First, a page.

April 2007 Mozambique Evangel

The Mozambique Evangel April 9, 2007 By Charles Woodrow

Abstract: For the seventh year we sponsored a Christmas food distribution / evangelism program for needy persons in our neighborhood. Andrew and a young man in the church have started an evangelistic sports ministry on the compound’s soccer field. The church began 2007 with an all day fast and prayer service, and God’s response to those prayers is becoming evident, particularly in His gracious dealing with an erring church participant.

Dear Friends:

Greetings from Nampula. We have been kept busy since our last newsletter catching up on administrative work that accumulated during our twelve months away from Mozambique. At the same time, we have resumed several of our local ministries. The following is an update on the more noteworthy events.
In December, shortly after returning to Mozambique, we organized our annual Christmas food distribution ministry to 100 needy families living in our neighborhood. These are people, mostly elderly, widows, handicapped, and orphans, who are on the official government welfare roles. As you can imagine, one has to be pretty poor to qualify for welfare in a country that until recently was the poorest nation on earth for 15 years running! These are the poorest of the poor. They are also our neighbors, so you can appreciate the pressure we continually sense from the admonition of Galatians 6:2 to “bear ye one another’s burdens, and so fulfill the Law of Christ.”

So every year since 2001 our family has provided food at Christmas time as a gesture of our purpose to serve the community, and it has turned into a Christmas observance we look forward to as much as our neighbors do. In Nampula $5.00 buys enough staples to provide a relative feast for a moderate-sized family. There are times when we wish we lived back home where we could enjoy our weekly candy bar without being reminded that all around us are people who can’t even buy bread, but on the other hand, where else does a gift costing five dollars make so much difference? This illustrates the simultaneous blessing and tension inherent in missionary life – because of great need on every hand opportunities abound to be useful, but with those opportunities comes the pressure of responsible stewardship to Him who said, “To whom much is given, of him shall be much required.”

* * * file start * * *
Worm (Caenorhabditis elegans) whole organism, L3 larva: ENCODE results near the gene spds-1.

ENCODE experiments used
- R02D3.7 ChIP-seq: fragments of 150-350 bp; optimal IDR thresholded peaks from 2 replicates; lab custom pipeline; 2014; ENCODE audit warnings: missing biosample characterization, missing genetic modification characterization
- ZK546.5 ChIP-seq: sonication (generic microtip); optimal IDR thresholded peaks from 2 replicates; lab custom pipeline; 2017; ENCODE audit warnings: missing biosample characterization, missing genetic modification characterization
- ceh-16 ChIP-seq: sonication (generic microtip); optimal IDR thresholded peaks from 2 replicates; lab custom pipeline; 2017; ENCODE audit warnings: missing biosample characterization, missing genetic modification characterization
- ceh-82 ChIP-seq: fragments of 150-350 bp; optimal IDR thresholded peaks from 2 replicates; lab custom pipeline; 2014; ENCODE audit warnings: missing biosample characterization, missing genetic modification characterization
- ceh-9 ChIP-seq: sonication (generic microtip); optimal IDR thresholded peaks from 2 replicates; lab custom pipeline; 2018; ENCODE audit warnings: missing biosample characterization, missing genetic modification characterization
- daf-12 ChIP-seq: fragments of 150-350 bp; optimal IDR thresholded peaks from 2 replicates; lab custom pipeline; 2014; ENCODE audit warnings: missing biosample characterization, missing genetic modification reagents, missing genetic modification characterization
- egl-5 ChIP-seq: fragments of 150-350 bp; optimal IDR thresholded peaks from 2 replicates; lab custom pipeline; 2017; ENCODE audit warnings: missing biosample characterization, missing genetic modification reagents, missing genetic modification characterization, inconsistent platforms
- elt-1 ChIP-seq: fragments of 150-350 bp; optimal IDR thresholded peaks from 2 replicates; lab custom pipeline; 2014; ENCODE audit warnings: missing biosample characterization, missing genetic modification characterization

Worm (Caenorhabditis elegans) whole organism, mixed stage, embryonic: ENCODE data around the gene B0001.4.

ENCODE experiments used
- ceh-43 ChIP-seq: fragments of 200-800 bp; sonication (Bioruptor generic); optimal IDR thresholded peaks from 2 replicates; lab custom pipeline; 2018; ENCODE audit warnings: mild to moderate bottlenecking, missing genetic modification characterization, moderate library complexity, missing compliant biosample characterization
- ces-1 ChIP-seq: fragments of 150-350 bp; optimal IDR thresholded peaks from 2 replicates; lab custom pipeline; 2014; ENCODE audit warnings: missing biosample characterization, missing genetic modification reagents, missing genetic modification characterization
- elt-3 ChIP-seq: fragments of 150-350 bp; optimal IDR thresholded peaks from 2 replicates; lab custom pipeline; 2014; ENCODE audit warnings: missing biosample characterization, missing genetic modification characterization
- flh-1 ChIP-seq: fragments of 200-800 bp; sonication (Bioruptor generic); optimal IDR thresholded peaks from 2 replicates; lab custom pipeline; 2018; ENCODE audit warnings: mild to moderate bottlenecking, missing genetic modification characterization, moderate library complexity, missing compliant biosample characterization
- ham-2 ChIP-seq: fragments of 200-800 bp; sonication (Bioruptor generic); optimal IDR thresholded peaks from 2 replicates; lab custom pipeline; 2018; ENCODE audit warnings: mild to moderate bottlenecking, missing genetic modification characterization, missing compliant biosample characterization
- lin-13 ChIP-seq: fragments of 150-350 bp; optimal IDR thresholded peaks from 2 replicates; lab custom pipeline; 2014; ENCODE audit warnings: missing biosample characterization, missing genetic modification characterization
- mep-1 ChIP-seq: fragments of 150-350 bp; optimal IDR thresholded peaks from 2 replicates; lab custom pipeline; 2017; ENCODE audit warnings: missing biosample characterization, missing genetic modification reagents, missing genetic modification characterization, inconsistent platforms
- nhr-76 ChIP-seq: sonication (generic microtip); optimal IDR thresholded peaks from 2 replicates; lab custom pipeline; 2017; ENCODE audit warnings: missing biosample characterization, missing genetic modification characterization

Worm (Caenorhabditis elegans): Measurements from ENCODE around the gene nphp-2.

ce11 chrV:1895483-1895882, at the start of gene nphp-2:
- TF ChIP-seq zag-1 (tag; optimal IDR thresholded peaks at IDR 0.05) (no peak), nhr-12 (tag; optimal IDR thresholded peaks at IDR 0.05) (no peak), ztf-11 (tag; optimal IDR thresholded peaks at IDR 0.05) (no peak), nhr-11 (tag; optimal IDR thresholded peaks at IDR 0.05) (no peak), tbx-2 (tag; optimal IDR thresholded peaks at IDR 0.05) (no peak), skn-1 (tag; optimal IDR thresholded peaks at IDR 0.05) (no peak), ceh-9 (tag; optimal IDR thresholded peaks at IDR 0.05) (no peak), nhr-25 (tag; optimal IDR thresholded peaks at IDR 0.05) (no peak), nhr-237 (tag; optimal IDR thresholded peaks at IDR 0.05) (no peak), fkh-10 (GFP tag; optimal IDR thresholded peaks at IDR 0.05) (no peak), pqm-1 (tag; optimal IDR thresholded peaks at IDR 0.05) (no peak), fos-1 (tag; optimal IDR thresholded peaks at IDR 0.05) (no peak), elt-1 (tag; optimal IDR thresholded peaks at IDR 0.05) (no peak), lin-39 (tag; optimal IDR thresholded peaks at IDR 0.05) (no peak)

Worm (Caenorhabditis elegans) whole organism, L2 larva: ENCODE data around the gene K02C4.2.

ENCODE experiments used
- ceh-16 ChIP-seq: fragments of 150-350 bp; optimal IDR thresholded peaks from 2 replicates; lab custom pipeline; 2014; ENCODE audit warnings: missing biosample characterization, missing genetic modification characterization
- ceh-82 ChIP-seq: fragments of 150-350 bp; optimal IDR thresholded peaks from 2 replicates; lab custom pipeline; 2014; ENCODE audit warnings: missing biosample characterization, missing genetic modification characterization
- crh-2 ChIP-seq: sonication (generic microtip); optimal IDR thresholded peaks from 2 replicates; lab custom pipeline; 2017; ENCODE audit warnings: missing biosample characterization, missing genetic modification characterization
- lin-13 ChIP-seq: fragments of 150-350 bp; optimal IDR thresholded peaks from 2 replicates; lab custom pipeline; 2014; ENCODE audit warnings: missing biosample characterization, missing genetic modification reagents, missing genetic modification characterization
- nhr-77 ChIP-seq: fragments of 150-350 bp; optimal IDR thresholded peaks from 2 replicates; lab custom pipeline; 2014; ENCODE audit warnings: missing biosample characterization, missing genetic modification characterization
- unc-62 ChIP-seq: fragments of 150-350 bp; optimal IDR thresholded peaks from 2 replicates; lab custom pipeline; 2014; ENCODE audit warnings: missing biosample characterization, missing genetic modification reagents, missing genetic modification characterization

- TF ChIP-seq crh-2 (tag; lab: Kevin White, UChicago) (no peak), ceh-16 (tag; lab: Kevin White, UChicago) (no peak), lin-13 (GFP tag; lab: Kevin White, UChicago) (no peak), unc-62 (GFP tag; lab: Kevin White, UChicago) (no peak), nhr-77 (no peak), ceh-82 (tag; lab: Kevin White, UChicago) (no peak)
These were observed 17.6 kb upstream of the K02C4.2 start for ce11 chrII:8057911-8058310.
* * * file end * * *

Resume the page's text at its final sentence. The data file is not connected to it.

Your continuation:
Two of our handicapped friends receive food at the Christmas food distribution.
Even as the hospital ministry always existed primarily to get the gospel into the ears and the hearts of our patients, we also combine the food ministry with a gospel presentation and hand out scripture portions in the local language. Similarly, years ago we used a sports ministry to present the gospel to local youth who met on our compound to play soccer, but after a year that fell by the wayside when the fellows leading it moved away. Recently Andrew has taken up the cause, and he has a good number of neighborhood kids meeting with him and a Christian brother twice weekly to play soccer and hear Bible stories. Pray that until the hospital is built and functioning God will show us other ways we can minister to our neighbors and that He will own our efforts by shining into their hearts “the light of the knowledge of the glory of God in the face of Jesus Christ.”

Everyone who receives food hears a gospel presentation and receives Scripture portions.